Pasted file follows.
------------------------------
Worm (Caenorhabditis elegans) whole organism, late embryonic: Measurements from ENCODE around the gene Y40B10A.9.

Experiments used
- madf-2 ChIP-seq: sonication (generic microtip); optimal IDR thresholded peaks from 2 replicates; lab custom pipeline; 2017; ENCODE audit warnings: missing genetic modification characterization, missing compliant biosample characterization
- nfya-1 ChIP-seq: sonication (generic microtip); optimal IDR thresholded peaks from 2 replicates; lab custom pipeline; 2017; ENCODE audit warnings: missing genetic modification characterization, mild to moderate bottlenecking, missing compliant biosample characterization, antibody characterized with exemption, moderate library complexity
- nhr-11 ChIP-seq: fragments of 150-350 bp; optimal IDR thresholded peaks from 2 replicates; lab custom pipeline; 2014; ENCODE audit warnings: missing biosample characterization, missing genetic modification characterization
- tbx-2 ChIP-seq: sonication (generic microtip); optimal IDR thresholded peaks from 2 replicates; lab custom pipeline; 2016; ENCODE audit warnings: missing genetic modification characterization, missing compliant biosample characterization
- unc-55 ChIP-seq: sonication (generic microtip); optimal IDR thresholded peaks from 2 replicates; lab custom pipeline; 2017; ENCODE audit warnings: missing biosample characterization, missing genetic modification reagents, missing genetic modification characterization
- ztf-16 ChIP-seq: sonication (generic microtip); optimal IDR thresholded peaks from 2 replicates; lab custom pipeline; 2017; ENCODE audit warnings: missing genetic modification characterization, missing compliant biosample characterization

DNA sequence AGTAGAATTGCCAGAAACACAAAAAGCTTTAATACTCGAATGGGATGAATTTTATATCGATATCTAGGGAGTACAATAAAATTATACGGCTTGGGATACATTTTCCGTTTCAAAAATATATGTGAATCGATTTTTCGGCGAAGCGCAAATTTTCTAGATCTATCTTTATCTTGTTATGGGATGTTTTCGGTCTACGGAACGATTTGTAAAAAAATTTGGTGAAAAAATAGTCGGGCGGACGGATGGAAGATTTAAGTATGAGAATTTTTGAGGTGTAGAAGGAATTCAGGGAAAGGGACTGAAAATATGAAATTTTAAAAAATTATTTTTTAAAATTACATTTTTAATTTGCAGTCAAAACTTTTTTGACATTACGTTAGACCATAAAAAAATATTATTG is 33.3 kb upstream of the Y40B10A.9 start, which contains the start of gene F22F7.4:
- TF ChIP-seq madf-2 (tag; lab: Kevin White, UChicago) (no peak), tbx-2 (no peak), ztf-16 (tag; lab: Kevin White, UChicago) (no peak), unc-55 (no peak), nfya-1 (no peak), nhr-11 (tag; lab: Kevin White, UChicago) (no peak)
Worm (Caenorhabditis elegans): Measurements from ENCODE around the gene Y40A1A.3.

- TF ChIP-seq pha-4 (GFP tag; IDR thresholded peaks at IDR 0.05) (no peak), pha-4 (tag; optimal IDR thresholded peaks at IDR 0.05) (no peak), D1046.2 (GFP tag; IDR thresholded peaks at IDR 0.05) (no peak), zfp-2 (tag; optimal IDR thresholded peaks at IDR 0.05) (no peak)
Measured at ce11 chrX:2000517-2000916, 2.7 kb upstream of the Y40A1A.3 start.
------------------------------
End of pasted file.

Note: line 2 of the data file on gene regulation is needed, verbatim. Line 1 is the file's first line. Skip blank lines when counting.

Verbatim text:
Experiments used